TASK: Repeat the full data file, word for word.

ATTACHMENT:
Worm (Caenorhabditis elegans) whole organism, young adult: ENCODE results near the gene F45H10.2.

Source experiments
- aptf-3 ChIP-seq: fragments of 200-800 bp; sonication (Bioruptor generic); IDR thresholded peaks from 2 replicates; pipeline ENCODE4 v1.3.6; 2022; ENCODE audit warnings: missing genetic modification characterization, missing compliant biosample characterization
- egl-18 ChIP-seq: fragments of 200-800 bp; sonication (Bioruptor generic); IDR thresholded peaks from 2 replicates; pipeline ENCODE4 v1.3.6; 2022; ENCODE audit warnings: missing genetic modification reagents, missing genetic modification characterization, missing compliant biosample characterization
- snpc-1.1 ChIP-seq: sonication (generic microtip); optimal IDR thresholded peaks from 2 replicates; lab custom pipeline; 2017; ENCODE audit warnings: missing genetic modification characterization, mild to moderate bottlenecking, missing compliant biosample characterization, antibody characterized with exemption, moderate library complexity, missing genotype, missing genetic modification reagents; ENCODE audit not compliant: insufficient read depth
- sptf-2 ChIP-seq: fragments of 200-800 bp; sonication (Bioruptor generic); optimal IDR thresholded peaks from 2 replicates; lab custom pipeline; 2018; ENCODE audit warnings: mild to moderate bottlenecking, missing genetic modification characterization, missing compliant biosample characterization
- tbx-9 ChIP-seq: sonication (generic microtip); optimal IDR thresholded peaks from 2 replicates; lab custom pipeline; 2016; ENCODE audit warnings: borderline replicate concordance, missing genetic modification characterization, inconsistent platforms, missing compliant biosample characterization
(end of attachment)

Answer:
Worm (Caenorhabditis elegans) whole organism, young adult: ENCODE results near the gene F45H10.2.

Source experiments
- aptf-3 ChIP-seq: fragments of 200-800 bp; sonication (Bioruptor generic); IDR thresholded peaks from 2 replicates; pipeline ENCODE4 v1.3.6; 2022; ENCODE audit warnings: missing genetic modification characterization, missing compliant biosample characterization
- egl-18 ChIP-seq: fragments of 200-800 bp; sonication (Bioruptor generic); IDR thresholded peaks from 2 replicates; pipeline ENCODE4 v1.3.6; 2022; ENCODE audit warnings: missing genetic modification reagents, missing genetic modification characterization, missing compliant biosample characterization
- snpc-1.1 ChIP-seq: sonication (generic microtip); optimal IDR thresholded peaks from 2 replicates; lab custom pipeline; 2017; ENCODE audit warnings: missing genetic modification characterization, mild to moderate bottlenecking, missing compliant biosample characterization, antibody characterized with exemption, moderate library complexity, missing genotype, missing genetic modification reagents; ENCODE audit not compliant: insufficient read depth
- sptf-2 ChIP-seq: fragments of 200-800 bp; sonication (Bioruptor generic); optimal IDR thresholded peaks from 2 replicates; lab custom pipeline; 2018; ENCODE audit warnings: mild to moderate bottlenecking, missing genetic modification characterization, missing compliant biosample characterization
- tbx-9 ChIP-seq: sonication (generic microtip); optimal IDR thresholded peaks from 2 replicates; lab custom pipeline; 2016; ENCODE audit warnings: borderline replicate concordance, missing genetic modification characterization, inconsistent platforms, missing compliant biosample characterization